Y. Yoshimura1, S. Shimazu2, A. Shiraishi3, F. Nagano4, S. Tominaga5, T. Hamada4, M. Kudo2, Y. Yamasaki4, S. Noda6, T. Bise4
1. Department of Rehabilitation Medicine, Kumamoto Rehabilitation Hospital, Kumamoto, Japan; 2. Department of Nutritional Management, Kumamoto Rehabilitation Hospital, Kumamoto, Japan; 3. Department of Dental Office, Kumamoto Rehabilitation Hospital, Kumamoto, Japan; 4. Department of Rehabilitation, Kumamoto Rehabilitation Hospital, Kumamoto, Japan; 5. Department of Clinical Laboratory, Kumamoto Rehabilitation Hospital, Kumamoto, Japan; 6. Department of Nursing, Kumamoto Rehabilitation Hospital, Kumamoto, Japan
Corresponding Author: Yoshihiro Yoshimura, Department of Rehabilitation Medicine, Kumamoto Rehabilitation Hospital, 760 Magate, Kikuyo-Town, Kikuchi-County, Kumamoto, 869-1106, Japan; E-mail: firstname.lastname@example.org; Tel: +81-96-232-3111; Fax: +81-96-232-3119
J Aging Res Clin Practice 2018;7:42-46
Published online March 22, 2018, http://dx.doi.org/10.14283/jarcp.2018.9
Objective: To investigate the efficacy of dietary supplementation of medium-chain triglycerides (MCTs) and its effects on ghrelin activation in healthy adults. Methods: The present study examined two protocols with six healthy volunteers: 1) 12-hour profiles of the plasma levels of acylated and desacyl ghrelin without MCT ingestion, and 2) changes in serum ghrelin levels after oral ingestion of 45 g/day of MCTs for 1 week. Results: At baseline, serum acylated and desacyl ghrelin levels were 18.2±10.3 and 77.1±23.4 fmol/mL, respectively. The ratio of acylated/desacyl ghrelin was 19%. There were no significant differences in the 12-hour profiles of acylated and desacyl ghrelin. Significant increases were observed in all sampling times of serum acylated ghrelin after 1-week MCTs ingestion. The ratio of acylated/desacyl ghrelin increased to 37.7%. Conclusions: Oral ingestion of MCTs increased serum acylated ghrelin levels in healthy adults, suggesting that MCTs administration stimulates food intake.
Key words: Ghrelin, acylation, medium-chain triglycerides (MCT), sarcopenia, cachexia.
“Anorexia of aging” is defined as loss of appetite and reduced food intake in old age, and may be associated with decline in skeletal muscle mass, energy expenditure, and physical activity that occur in later years (1, 2). Decreased skeletal muscle mass is related to malnutrition, length of hospital stay, morbidity, and mortality (3, 4); malnutrition is frequent in populations with high morbidity and burden of care. Appetite loss is the major cause of malnutrition in older adults and sometimes difficult to control under established nutritional management settings, especially in clinical settings.
Ghrelin is a novel growth hormone (GH)-releasing peptide widely distributed throughout the gastric mucosa and is made up of 28 amino acids; it was first described in 1999 (5). Ghrelin exhibits orexigenic effects and complex metabolic activities through the GH-independent mechanism, leading to the augmentation of skeletal muscle mass and suppression of energy expenditure and inflammation (6, 7). Therefore, there is growing interest regarding the identification of ghrelin as a potentially valid and well-tolerated anabolic and anti-catabolic treatment for sarcopenia, cachexia, and other wasting disorders.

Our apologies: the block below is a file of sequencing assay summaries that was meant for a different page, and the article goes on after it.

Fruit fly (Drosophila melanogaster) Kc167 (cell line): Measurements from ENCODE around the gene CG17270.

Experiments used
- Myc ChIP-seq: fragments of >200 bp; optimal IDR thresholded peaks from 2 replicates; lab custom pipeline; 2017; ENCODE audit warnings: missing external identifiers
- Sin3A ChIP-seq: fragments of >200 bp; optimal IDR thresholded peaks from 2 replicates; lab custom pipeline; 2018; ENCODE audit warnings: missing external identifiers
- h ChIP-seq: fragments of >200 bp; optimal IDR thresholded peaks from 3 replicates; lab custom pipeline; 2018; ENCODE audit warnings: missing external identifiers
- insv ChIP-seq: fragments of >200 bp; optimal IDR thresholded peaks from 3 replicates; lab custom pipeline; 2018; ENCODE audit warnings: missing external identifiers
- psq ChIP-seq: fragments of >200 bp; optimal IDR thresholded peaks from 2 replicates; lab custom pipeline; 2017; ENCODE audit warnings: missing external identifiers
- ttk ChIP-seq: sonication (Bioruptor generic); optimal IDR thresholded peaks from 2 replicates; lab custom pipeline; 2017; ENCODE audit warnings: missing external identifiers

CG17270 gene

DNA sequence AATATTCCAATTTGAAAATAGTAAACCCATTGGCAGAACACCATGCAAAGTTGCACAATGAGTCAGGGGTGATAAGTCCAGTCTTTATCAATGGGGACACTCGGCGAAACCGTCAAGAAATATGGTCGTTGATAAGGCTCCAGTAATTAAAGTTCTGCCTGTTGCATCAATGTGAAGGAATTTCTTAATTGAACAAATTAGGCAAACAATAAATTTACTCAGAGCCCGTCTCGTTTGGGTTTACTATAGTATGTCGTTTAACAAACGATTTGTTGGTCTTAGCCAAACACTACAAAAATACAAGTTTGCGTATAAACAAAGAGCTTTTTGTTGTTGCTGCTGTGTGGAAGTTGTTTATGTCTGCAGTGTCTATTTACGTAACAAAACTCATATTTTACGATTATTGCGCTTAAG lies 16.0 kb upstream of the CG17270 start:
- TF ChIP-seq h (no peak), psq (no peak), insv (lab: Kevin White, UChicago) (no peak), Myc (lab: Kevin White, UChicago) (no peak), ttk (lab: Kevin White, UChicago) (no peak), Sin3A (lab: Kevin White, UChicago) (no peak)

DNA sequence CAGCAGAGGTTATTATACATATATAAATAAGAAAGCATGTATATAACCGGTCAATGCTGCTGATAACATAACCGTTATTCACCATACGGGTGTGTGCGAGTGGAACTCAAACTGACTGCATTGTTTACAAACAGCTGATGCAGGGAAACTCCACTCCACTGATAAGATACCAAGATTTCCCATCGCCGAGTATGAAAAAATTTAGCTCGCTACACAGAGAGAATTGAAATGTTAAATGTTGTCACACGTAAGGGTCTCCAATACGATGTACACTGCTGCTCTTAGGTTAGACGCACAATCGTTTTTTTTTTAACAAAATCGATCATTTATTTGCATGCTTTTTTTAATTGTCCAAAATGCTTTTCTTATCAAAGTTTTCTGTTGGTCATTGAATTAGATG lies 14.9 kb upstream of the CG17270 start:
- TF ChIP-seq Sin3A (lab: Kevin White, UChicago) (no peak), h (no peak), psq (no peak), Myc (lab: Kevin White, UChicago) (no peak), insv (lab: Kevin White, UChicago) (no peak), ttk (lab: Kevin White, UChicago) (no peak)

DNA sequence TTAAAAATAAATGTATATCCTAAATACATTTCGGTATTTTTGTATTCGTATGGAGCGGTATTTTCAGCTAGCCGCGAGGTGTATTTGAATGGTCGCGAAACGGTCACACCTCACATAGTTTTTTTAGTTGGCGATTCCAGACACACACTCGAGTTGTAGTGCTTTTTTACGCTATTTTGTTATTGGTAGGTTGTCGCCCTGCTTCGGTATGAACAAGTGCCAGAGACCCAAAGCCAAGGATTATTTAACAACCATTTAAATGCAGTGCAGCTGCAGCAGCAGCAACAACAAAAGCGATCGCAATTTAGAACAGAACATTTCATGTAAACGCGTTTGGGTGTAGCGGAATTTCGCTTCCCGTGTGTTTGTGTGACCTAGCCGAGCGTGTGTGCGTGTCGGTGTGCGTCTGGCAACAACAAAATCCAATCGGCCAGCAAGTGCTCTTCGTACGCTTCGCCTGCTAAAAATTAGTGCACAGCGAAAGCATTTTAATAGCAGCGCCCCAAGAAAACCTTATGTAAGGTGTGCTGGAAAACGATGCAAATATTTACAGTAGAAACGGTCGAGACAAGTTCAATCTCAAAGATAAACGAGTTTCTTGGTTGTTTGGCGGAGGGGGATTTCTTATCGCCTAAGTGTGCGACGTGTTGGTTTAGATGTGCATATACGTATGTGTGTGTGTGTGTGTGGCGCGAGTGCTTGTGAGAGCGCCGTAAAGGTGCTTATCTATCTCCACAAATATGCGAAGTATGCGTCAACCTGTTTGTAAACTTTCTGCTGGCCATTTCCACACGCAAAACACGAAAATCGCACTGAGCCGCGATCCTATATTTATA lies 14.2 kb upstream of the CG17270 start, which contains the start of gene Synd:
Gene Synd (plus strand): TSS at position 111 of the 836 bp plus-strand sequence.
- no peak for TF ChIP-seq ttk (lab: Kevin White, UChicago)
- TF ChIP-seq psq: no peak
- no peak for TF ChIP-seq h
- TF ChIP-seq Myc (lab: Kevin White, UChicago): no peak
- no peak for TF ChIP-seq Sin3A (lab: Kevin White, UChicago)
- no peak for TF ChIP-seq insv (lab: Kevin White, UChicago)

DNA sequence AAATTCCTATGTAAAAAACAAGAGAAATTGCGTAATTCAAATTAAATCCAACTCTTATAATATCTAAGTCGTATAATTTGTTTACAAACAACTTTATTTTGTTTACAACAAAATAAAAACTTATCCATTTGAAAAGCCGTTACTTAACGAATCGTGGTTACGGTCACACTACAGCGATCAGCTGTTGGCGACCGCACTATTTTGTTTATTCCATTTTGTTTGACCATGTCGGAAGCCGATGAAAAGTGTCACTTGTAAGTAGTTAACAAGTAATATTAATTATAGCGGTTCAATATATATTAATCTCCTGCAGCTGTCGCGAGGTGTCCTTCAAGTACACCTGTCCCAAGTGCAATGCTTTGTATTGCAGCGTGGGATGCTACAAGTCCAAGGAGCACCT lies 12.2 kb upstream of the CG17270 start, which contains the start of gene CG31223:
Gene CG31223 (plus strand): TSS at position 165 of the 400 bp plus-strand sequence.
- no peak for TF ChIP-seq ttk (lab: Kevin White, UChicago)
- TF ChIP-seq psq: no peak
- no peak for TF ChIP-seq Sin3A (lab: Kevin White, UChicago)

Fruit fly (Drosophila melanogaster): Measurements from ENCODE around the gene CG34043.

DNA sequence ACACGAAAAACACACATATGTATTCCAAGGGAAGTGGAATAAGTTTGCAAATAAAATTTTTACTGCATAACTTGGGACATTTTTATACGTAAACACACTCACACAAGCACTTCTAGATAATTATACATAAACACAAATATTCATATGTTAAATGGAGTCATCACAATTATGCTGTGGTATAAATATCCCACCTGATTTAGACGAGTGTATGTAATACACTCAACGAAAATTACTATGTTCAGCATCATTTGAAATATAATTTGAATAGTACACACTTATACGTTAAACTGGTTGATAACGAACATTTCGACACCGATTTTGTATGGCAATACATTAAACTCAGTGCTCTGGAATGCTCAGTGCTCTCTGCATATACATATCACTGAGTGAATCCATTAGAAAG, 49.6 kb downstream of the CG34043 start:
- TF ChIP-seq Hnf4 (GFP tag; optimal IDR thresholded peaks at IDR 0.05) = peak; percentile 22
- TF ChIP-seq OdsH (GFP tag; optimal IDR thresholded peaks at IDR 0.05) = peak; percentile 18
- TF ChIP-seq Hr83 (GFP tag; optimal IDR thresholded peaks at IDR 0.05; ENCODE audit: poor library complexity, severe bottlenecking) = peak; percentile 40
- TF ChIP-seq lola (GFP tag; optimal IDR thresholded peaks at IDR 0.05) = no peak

Ghrelin mainly exist in two forms: active (acylated ghrelin) and inactive (desacyl ghrelin). The third amino acid residue of ghrelin, serine, is modified by octanoic acids, C8:0 medium-chain triglycerides (MCTs); acylation is essential for the biological activity of ghrelin. While desacyl ghrelin is suggested to have limited effects on GH-receptor under physiological conditions (8, 9), acylated ghrelin corresponds to approximately 20% of the total circulating ghrelin, and is responsible for the biological effects of ghrelin (10), indicating that acylation is a vital step for the biological activity of ghrelin.
Therefore, it is hypothesized that ghrelin is acylated via ingestion of MCTs, and this could be a promising treatment option for malnutrition in older adults; however, evidence regarding its efficacy is very limited. In the current study, we investigate the efficacy of dietary supplementation of MCTs and its effects on ghrelin activation in healthy adults.
Materials and Methods
The current study was approved by the Institutional Research Ethics Committee of Kumamoto Rehabilitation Hospital (Kumamoto, Japan), and was performed in accordance with the ethical standards established in the 1964 Declaration of Helsinki and later amendments. All participants provided written informed consent in advance. We recruited six healthy volunteers who were working at the hospital in 2017, comprising 3 women and 3 men with mean age of 38 ± 8 years and mean body mass index (BMI) of 22.0±1.3 kg/m2. At enrollment, the following criteria were applied: 1) normal body weight with BMI of 20–25 kg/m2. The following exclusion criteria were adopted: 1) presence of diseases requiring treatment physically or psychologically, including dyslipidemia and diabetes mellitus; 2) taking any supplements or drugs; and 3) presence of appetite alteration. The participants’ body composition were analyzed using bioelectrical impedance analysis (InBody S10; InBody, Tokyo, Japan).